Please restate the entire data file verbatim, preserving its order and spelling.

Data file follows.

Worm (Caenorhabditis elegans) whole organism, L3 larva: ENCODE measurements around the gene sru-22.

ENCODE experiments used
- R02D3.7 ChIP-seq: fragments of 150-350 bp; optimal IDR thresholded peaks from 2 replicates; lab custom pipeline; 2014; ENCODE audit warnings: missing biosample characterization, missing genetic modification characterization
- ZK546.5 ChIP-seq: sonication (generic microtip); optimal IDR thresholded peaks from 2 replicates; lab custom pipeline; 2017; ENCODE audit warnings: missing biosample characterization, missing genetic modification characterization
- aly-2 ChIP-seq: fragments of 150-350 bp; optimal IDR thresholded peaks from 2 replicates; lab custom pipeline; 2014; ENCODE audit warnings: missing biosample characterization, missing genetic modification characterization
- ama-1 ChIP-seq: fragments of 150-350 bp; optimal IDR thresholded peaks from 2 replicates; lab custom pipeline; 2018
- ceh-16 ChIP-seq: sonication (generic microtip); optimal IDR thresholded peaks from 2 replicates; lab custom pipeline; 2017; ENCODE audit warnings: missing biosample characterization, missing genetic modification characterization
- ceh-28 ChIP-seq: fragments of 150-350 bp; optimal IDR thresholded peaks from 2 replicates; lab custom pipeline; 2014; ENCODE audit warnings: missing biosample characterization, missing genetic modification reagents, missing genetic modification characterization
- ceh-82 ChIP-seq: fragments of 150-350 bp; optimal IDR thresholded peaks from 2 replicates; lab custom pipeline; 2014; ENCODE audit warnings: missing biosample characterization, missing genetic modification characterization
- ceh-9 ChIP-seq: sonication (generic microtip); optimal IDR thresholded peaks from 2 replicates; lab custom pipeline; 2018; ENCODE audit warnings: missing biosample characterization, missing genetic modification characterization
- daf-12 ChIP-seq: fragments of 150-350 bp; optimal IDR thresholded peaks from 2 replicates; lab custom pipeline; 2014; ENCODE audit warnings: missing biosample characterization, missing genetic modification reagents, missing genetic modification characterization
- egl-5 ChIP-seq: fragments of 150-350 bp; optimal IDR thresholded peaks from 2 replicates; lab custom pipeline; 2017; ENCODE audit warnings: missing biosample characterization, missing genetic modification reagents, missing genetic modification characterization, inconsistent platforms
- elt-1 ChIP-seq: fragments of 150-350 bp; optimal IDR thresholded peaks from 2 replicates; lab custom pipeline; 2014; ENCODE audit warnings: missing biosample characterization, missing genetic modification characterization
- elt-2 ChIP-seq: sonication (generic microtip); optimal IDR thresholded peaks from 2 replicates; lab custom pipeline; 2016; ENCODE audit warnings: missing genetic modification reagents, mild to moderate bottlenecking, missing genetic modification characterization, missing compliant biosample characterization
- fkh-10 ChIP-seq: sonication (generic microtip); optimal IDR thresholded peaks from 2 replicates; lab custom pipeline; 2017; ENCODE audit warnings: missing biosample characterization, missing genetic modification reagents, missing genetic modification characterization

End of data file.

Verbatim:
Worm (Caenorhabditis elegans) whole organism, L3 larva: ENCODE measurements around the gene sru-22.

ENCODE experiments used
- R02D3.7 ChIP-seq: fragments of 150-350 bp; optimal IDR thresholded peaks from 2 replicates; lab custom pipeline; 2014; ENCODE audit warnings: missing biosample characterization, missing genetic modification characterization
- ZK546.5 ChIP-seq: sonication (generic microtip); optimal IDR thresholded peaks from 2 replicates; lab custom pipeline; 2017; ENCODE audit warnings: missing biosample characterization, missing genetic modification characterization
- aly-2 ChIP-seq: fragments of 150-350 bp; optimal IDR thresholded peaks from 2 replicates; lab custom pipeline; 2014; ENCODE audit warnings: missing biosample characterization, missing genetic modification characterization
- ama-1 ChIP-seq: fragments of 150-350 bp; optimal IDR thresholded peaks from 2 replicates; lab custom pipeline; 2018
- ceh-16 ChIP-seq: sonication (generic microtip); optimal IDR thresholded peaks from 2 replicates; lab custom pipeline; 2017; ENCODE audit warnings: missing biosample characterization, missing genetic modification characterization
- ceh-28 ChIP-seq: fragments of 150-350 bp; optimal IDR thresholded peaks from 2 replicates; lab custom pipeline; 2014; ENCODE audit warnings: missing biosample characterization, missing genetic modification reagents, missing genetic modification characterization
- ceh-82 ChIP-seq: fragments of 150-350 bp; optimal IDR thresholded peaks from 2 replicates; lab custom pipeline; 2014; ENCODE audit warnings: missing biosample characterization, missing genetic modification characterization
- ceh-9 ChIP-seq: sonication (generic microtip); optimal IDR thresholded peaks from 2 replicates; lab custom pipeline; 2018; ENCODE audit warnings: missing biosample characterization, missing genetic modification characterization
- daf-12 ChIP-seq: fragments of 150-350 bp; optimal IDR thresholded peaks from 2 replicates; lab custom pipeline; 2014; ENCODE audit warnings: missing biosample characterization, missing genetic modification reagents, missing genetic modification characterization
- egl-5 ChIP-seq: fragments of 150-350 bp; optimal IDR thresholded peaks from 2 replicates; lab custom pipeline; 2017; ENCODE audit warnings: missing biosample characterization, missing genetic modification reagents, missing genetic modification characterization, inconsistent platforms
- elt-1 ChIP-seq: fragments of 150-350 bp; optimal IDR thresholded peaks from 2 replicates; lab custom pipeline; 2014; ENCODE audit warnings: missing biosample characterization, missing genetic modification characterization
- elt-2 ChIP-seq: sonication (generic microtip); optimal IDR thresholded peaks from 2 replicates; lab custom pipeline; 2016; ENCODE audit warnings: missing genetic modification reagents, mild to moderate bottlenecking, missing genetic modification characterization, missing compliant biosample characterization
- fkh-10 ChIP-seq: sonication (generic microtip); optimal IDR thresholded peaks from 2 replicates; lab custom pipeline; 2017; ENCODE audit warnings: missing biosample characterization, missing genetic modification reagents, missing genetic modification characterization